Wilbert C. Jordon
Leaving his office one evening, Dr. Wilbert C. Jordan was approached by a drug user who needed money. A conversation that began about a quarter evolved into a discussion about HIV and AIDS. Across the street was a mobile health unit. The addict told Dr. Jordan that the health unit’s workers were looking for drug users to test for HIV infection, but did not know where to find them. But the addict revealed that he could find them. The two struck a deal: Dr. Jordan assured the addict that if he brought him a person who was at risk for HIV infection, he would give him some money. Both men honored that deal.
The result was the creation of the Oasis Clinic, which Dr. Jordan directs today. The Clinic started in 1979, when Dr. Jordan treated his first AIDS patient, without knowing his symptoms were related to the disease. In the next 21 years, Dr. Jordan treated 3,000 clinically diagnosed HIV/AIDS patients.
The first group of those patients was comprised of four of the five people brought to Dr. Jordan by the addict he had met. In his encounter with those men, Dr. Jordan learned a critical lesson: patients who are often overlooked or ignored are actually key to winning the fight against HIV/AIDS, because the patients know other people who are at risk. This observation by Dr. Jordan led to the development of a program that has amazed many with its unexpected success and, more importantly, its simplicity. Dr. Jordan has found more than 300 patients by inviting people to bring someone they know to the clinic for HIV testing. Nearly half (48 percent) of those patients were HIV positive.
With more than half of the new cases of HIV in the United States involving African Americans, Dr. Jordan says Blacks’ need to get involved in the fight against HIV is simple. “It’s called self-preservation,” he says. And as the number of African Americans who are being diagnosed with HIV/AIDS continues to climb, Dr. Jordan feels that Black people’s approach to dealing with the HIV/AIDS pandemic cannot be the same as that of white gay men. People in the community, he says, must begin to explore why they participate in such potentially harmful behavior. “Black people must stop the cultural practice of having so much unprotected sex and out-of-relationship sex,” Dr. Jordan argues.
Many in the heath industry have recognized the effectiveness of Dr. Jordan’s programs. GlaxoSmithKline—one of several pharmaceutical companies funding the Oasis Clinic—decided to do more than donate money. The pharmaceutical firm has used the Oasis Clinic as the model for its newly launched “Living4Life,” a GlaxoSmithKline “Positive Action Program,” which will establish programs similar to Dr. Jordan’s in 20 cities across the country over a two-year period.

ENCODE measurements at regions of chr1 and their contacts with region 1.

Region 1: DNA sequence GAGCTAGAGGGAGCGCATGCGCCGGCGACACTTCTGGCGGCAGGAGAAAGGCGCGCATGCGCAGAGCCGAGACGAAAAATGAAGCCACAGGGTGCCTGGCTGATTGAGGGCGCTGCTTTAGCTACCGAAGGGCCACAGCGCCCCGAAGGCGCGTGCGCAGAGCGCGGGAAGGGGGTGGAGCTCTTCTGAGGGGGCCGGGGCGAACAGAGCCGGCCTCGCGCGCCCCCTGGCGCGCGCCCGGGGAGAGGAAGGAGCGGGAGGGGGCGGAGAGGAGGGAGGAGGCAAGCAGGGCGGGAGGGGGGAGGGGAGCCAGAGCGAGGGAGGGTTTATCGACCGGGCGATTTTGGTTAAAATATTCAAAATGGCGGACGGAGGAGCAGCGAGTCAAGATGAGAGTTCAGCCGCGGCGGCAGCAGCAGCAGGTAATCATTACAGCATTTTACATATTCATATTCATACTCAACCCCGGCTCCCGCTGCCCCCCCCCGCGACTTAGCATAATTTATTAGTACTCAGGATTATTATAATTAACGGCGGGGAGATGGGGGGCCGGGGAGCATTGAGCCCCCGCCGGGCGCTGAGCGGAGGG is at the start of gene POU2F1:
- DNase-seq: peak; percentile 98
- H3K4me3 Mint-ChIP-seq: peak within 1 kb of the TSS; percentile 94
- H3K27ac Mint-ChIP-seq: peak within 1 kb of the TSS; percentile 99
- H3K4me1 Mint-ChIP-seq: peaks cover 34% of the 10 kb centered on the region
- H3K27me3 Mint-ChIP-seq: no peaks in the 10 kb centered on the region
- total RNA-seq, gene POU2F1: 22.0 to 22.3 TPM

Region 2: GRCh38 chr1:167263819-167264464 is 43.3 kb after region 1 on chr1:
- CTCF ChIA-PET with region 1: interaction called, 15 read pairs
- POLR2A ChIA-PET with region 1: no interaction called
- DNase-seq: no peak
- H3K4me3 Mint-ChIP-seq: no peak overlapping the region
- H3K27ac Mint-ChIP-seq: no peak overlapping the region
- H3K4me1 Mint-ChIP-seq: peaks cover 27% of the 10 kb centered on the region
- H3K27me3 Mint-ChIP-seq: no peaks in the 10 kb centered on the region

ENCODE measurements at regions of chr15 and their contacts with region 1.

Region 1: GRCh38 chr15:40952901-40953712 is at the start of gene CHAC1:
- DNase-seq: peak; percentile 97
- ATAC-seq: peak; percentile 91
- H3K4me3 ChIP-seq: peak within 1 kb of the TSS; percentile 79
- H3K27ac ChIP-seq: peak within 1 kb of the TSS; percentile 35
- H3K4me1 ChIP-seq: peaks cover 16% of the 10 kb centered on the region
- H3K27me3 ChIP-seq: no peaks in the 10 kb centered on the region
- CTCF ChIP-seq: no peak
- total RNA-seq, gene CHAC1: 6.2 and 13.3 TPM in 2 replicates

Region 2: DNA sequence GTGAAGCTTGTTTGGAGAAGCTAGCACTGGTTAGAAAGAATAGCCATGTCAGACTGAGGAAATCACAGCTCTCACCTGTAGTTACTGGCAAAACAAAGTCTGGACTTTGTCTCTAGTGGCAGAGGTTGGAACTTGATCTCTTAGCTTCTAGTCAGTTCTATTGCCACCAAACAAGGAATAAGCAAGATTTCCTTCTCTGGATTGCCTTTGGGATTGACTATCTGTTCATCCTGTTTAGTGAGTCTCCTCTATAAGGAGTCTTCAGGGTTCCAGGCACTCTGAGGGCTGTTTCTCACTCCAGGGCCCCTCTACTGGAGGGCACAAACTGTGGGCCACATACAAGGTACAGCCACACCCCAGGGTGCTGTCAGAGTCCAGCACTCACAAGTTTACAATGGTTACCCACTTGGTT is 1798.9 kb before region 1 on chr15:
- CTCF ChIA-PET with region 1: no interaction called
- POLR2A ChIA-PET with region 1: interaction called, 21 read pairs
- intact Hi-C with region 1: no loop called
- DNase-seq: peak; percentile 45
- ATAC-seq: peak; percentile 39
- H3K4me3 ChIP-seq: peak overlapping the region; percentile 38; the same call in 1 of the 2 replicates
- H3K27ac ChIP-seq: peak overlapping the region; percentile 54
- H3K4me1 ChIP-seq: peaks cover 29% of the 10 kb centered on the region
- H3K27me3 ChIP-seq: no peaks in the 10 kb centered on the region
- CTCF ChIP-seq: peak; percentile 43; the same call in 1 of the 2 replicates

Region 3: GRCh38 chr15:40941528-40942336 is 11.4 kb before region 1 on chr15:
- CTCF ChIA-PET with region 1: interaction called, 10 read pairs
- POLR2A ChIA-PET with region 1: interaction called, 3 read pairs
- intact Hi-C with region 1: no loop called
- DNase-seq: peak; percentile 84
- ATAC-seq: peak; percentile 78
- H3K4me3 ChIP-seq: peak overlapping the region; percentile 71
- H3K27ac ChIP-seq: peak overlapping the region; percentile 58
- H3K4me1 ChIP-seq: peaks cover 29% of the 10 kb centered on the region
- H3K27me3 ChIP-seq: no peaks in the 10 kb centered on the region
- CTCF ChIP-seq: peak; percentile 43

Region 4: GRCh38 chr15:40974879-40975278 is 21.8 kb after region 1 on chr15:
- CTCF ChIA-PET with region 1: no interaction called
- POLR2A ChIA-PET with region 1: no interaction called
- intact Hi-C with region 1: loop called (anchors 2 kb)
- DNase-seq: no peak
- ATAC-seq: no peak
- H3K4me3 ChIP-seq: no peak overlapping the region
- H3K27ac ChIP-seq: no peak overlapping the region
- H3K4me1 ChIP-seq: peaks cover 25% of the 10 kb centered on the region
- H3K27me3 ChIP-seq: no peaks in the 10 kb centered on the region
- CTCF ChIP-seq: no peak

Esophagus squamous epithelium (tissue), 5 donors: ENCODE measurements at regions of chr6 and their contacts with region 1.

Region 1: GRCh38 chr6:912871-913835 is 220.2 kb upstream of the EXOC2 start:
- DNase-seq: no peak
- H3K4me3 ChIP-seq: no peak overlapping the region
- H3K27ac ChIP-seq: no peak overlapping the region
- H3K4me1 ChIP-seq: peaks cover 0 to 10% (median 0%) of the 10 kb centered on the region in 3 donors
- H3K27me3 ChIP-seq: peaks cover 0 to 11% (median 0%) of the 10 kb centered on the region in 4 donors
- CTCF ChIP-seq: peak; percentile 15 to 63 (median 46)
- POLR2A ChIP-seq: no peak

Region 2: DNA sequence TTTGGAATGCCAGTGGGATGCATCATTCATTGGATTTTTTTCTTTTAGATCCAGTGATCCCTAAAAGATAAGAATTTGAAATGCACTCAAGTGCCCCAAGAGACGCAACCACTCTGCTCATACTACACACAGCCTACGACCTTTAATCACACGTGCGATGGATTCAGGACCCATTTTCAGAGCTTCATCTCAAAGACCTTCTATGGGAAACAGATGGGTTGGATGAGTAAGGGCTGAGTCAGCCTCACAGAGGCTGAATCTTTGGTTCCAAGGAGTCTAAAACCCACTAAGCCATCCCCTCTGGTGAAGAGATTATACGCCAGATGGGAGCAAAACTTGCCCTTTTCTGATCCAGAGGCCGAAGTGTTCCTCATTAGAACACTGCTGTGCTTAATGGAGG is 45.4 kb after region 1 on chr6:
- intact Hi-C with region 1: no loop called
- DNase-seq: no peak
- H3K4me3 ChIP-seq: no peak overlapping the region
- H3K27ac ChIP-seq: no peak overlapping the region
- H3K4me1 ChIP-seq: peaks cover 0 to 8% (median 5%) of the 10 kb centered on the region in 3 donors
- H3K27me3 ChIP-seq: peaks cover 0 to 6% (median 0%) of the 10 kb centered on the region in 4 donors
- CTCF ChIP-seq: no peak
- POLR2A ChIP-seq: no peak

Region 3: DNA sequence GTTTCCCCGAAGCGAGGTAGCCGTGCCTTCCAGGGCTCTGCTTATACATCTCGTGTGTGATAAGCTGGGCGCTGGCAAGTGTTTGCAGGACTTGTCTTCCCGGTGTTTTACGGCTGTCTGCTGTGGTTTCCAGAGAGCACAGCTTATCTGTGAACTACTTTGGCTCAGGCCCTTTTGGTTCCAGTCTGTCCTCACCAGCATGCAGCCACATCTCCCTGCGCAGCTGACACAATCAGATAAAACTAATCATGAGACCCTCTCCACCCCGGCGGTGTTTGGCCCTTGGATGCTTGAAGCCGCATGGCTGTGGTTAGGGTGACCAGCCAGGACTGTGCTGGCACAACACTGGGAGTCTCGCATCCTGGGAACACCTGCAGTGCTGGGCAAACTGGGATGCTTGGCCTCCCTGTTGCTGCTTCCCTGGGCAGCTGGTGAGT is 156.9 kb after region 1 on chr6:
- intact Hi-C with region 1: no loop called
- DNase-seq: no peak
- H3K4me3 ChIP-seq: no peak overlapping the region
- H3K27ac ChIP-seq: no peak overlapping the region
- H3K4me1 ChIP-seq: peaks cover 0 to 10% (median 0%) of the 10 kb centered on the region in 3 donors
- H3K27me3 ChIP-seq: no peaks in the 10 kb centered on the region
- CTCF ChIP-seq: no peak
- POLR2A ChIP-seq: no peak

Dr. Jordan’s work is his love. He genuinely cares and is concerned about the welfare of his people, and says that his patients don’t have to have money to receive proper treatment. He says his work has taught him much about himself and his community over the years. He’s seen the power of giving patients a more prominent role in their recovery—as well as their friends’ recovery.
“For patients, this is a chance to help give others information,” explains Dr. Jordan. “When it is someone you know who is talking to you, the trust factor is higher. It brings down the stigma of getting tested, and it makes people more comfortable with the idea of going to the clinic to get treated.” He has also found that those people who bring others in become more compliant with their own medication regimens. Some of his worst, most non-adherent patients are now taking their medicine reliably.
Dr. Jordan is inspired by a personal experience, the passing of a close friend who succumbed to AIDS early in the epidemic, when people were ostracized due to ignorance of the disease. Few doctors were reaching out to African Americans at the time. Dr. Jordan’s friend was abandoned by his wife and denied access to his own children. All of his friends abandoned him, except Dr. Jordan. Today, he continues to treat his patients with the love and support his friend never received.
You don’t have to be a physician to get involved and help out in your own community. But however you decide to help, Dr. Jordan counsels, keep this philosophy in mind: “The centerpiece of HIV has to be the patient.”